The president got a joyful and sustained ovation before and after his address to the American Israel Public Affairs Committee, a bipartisan recognition of his contribution to the safety and security of Israel. Oh, that would Israeli President Shimon Peres. Befitting his ceremonial role (and lack of policy role in Israel), Peres spoke in platitudes about the hope for peace and assured us that Palestinian Authority President Mahmoud Abbas wants peace, too. He also issued some tough words about Israel’s ability to defend itself.
The U.S. president’s welcome and send-off were not as warm, although a large number of attendees were willing to cheer his sometimes partisan remarks. President Obama’s speech was as platitudinous as Peres’s remarks in many respects. Unfortunately, Obama is in charge of U.S. policy, and we learned from him much about his defensive message for the campaign (he insists that he has always had Israel’s back) but less about his understanding as to whether sanctions are working, what progress he believes Iran is making on its nuclear program and when he would employ military force.
In Obama’s telling, we’ve masterfully assembled a sanctions policy and have Iran totally “isolated.” Now, he contends, we have the chance to see if diplomacy can work. No, really, he says, it’s not too late for Iran to choose to comply with our demands. He went so far as to say that only diplomacy can permanently solve the Iranian nuclear problem. But of course, regime change or robust military action would be far longer-lasting and more decisive than disingenuous promises from the Iranians. Most disturbingly, he did not indicate there would be any conditions to negotiations (e.g., letting inspectors in), so the potential for delay and deception is great.
Obama indeed did parrot the line that all options would be on the table. And he chest-thumped by saying Iran should not doubt his resolve. (They might do just that considering we bugged out of Iraq and are on an election-calendar troop drawdown in Afghanistan.) He’s serious about using the military option. But wait. All the war talk (otherwise known as making the military option credible) he insisted has only pushed up oil prices and enriched Iran. No suggestion was offered as to how we would then make the military option more credible, you know, in case the mullahs figure he has no interest in a military action that would make his massive defense cuts look preposterous. This argument was especially noteworthy since Israeli Prime Minister Bibi Netanyahu is expected to argue for more public and credible threats of military force. From Obama’s perspective all this “bluster” is unhelpful.
It is also noteworthy that Obama repeatedly talked about not letting Iran get its hands on a nuclear weapon. This is not how Israel sees things. The Jewish state is determined not to permit Iran to get a nuclear weapons capability. Israel can’t wait for Iran to actually get a bomb.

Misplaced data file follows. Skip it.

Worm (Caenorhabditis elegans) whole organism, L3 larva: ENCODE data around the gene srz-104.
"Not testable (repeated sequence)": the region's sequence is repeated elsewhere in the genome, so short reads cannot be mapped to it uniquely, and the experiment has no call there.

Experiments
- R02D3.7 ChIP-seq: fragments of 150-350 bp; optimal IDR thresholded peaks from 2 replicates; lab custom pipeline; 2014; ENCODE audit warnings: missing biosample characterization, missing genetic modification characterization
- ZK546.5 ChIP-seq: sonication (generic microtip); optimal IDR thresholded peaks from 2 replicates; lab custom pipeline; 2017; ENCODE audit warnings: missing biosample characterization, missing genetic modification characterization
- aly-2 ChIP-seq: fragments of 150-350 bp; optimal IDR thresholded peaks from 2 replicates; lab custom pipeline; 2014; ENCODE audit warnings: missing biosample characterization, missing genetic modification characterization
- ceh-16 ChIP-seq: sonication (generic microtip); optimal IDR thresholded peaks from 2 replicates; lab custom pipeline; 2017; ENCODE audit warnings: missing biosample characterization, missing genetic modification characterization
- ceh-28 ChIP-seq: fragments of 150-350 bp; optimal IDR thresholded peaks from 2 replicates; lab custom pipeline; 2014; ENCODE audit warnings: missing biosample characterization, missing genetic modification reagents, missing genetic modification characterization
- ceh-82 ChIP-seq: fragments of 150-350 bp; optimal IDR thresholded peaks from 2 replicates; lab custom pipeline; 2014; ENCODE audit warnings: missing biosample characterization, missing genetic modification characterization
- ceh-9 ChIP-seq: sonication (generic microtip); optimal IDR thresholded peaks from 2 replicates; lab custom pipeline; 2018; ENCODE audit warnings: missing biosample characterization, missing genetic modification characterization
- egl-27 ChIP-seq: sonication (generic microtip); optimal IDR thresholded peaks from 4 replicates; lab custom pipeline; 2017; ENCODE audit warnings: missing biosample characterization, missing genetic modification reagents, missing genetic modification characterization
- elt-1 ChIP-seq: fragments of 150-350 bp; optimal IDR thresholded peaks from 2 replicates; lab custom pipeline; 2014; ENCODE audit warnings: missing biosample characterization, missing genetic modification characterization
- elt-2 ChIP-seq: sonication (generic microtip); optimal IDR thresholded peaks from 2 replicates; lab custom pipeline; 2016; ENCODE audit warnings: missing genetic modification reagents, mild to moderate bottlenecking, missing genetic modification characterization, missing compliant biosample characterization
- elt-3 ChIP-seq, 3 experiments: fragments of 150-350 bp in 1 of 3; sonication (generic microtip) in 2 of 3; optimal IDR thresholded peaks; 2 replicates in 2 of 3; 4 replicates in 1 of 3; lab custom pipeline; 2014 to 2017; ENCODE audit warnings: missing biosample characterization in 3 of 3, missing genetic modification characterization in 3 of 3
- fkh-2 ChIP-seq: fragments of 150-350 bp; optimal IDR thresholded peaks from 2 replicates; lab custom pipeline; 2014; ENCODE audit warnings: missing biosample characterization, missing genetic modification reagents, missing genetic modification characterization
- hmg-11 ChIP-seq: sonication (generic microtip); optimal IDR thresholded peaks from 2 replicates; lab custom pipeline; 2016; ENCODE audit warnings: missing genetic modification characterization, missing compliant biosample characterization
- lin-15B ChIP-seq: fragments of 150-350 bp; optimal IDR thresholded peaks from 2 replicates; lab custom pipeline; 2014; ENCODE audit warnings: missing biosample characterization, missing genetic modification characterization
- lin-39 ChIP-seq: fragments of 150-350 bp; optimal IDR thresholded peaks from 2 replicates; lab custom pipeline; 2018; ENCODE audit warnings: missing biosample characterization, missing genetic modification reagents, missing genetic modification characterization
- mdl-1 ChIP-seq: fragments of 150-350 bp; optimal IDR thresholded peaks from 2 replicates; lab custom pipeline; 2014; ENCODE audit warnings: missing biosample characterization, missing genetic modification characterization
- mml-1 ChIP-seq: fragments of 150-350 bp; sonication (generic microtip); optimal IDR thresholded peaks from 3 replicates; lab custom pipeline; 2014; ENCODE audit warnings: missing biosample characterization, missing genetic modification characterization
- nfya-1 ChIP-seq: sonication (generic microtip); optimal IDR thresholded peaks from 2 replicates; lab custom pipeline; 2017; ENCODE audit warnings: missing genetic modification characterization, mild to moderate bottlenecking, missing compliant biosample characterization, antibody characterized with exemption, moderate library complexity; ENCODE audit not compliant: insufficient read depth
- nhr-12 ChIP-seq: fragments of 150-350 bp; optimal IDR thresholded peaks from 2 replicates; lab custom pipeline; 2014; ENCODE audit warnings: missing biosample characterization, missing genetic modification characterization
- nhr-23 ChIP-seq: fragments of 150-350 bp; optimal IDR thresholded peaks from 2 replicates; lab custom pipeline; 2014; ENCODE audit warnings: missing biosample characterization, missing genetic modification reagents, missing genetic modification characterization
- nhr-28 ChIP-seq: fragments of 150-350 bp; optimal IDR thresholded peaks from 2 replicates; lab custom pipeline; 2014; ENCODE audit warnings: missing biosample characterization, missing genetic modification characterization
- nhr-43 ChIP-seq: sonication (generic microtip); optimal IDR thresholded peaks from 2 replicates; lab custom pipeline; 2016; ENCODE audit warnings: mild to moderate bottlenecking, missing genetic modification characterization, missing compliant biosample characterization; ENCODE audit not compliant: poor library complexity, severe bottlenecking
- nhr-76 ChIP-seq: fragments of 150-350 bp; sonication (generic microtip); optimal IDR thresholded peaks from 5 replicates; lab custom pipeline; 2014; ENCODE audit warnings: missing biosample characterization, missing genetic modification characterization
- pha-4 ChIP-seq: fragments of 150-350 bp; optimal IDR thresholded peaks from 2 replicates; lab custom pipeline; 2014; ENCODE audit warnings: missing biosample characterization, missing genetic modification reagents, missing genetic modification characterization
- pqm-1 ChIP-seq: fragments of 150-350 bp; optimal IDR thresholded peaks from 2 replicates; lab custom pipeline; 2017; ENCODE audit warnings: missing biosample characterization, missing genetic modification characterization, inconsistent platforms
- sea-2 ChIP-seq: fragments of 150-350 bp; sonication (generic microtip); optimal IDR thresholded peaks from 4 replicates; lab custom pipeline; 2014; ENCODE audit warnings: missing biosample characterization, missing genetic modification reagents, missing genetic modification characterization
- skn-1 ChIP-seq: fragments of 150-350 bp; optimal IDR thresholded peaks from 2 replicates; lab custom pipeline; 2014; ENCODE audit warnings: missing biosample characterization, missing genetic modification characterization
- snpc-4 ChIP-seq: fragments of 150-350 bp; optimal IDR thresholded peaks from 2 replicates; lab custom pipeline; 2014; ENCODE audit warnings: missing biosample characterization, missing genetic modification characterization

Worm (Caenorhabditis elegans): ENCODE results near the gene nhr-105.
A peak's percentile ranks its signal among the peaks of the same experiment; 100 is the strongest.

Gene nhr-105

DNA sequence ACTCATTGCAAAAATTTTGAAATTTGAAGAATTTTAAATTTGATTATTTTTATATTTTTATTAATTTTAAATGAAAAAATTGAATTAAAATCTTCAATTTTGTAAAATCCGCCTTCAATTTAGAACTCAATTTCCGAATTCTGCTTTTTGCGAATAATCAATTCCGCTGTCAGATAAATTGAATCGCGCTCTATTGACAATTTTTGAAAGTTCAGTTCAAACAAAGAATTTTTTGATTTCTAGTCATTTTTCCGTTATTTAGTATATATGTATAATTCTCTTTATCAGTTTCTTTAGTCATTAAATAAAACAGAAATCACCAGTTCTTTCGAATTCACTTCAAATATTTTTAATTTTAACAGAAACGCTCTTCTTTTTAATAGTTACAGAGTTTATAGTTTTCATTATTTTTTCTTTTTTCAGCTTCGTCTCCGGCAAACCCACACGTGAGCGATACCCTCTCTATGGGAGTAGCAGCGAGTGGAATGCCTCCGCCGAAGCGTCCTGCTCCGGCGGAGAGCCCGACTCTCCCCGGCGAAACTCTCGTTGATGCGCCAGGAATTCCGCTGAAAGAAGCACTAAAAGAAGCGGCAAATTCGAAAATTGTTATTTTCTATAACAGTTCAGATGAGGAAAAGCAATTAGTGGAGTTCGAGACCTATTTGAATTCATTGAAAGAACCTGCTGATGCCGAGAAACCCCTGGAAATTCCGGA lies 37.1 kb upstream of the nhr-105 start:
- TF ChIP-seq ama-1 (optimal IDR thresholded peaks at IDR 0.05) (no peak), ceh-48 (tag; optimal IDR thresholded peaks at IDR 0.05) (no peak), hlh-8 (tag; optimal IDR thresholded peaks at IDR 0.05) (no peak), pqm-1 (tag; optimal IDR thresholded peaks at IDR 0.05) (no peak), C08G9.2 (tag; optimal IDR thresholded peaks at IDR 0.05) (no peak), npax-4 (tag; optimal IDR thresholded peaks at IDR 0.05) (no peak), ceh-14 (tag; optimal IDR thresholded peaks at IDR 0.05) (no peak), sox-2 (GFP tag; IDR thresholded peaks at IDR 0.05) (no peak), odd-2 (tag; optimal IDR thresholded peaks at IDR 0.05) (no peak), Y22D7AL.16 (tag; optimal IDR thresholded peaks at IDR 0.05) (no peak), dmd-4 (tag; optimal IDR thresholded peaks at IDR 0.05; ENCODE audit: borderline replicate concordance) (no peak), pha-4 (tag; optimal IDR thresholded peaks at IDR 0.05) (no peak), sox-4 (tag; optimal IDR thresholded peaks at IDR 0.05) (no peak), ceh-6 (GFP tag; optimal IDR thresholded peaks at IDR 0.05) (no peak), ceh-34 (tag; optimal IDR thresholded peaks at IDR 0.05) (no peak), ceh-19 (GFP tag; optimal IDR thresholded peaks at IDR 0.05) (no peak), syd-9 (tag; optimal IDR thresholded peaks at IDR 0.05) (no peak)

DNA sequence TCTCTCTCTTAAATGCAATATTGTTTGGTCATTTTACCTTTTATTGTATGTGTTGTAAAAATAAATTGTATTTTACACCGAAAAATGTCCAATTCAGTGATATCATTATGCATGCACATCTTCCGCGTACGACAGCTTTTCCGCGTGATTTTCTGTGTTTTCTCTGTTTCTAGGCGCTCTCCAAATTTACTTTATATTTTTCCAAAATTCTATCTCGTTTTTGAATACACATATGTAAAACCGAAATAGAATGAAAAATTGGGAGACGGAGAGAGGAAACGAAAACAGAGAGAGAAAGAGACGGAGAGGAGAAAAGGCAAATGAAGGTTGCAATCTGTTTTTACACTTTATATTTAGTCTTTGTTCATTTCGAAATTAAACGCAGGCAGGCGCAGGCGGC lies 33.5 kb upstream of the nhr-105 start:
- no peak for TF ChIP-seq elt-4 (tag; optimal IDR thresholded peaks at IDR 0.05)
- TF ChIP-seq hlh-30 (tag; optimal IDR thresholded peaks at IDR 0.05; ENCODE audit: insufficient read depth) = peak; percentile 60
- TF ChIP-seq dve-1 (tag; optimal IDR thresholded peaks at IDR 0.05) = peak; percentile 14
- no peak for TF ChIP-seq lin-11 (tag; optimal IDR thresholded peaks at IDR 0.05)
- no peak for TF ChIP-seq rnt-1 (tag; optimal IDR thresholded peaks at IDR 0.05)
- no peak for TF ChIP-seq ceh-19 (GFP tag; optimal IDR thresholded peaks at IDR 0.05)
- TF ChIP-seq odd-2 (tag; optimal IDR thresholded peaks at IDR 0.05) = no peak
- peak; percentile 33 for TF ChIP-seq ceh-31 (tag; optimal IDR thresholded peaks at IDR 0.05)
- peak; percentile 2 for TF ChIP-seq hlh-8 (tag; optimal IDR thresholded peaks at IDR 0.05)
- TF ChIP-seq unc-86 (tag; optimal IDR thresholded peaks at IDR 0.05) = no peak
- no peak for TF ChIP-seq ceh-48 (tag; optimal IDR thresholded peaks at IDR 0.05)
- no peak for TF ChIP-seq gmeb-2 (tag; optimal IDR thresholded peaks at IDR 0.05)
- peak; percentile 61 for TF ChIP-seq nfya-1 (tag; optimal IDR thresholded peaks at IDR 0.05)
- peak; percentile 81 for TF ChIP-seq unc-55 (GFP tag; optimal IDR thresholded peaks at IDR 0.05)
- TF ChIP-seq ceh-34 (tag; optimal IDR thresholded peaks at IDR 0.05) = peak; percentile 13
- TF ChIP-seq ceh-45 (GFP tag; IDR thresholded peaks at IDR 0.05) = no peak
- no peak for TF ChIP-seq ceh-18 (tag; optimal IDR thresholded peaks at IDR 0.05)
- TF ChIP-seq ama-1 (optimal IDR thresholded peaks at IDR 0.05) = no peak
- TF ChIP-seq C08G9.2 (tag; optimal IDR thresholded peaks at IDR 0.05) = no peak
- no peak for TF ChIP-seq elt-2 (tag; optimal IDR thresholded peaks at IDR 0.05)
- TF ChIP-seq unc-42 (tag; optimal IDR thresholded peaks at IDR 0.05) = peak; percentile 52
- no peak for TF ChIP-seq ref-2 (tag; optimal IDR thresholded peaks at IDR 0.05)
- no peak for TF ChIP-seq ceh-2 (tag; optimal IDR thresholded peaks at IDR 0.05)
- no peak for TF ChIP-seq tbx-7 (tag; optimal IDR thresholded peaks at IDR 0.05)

Obama was largely defensive in tone throughout the speech, declaring at one point that he had been with Israel at every critical junction so anyone who says differently doesn’t have the facts. He is hoping to get by with analysis of the problem (a nuclear-armed Iran would be very bad, he said), specifically rejecting containment as a strategy and leaving out large chunks of history (e.g., his failure to aid the Green Movement, his disastrous fetish with Israeli settlements that doomed the peace process).
But of course the real issues remain: 1) There is no evidence the Iran nuclear program has slowed because of sanctions (the reverse is true); 2) He actually seems to believe diplomacy is the only way to solve the Iranian threat; and 3) The timetable for sanctions and diplomacy to “work” will soon stretch beyond the time by which Israel must act in its own defense, leaving it dependent on U.S. action.
Obama will, as has been the case for Democratic presidential candidates for decades, get the majority of the American Jewish vote. It may not be as high as in 2008, and he may not have the assistance of a good number of Jewish bundlers. His visit to AIPAC was not surprisingly focused on minimizing the Jewish defections.
But meanwhile there is a national-security reality that is much less amenable to his sweet-talking. Iran’s economy may be suffering, but it appears to be unmoved by sanctions to curb its nuclear ambitions. Israel is unwilling to bide its time indefinitely while an existential threat emerges. So Obama’s words are less important and decisive than they have ever been. What matters is what the Iranians are doing (or not), how Israel assesses that risk and whether Israel will be compelled to act independently. And then we will find out to what degree Obama really does stand with Israel and whether he will support the Jewish state if it acts in self-defense to disarm a genocidal regime.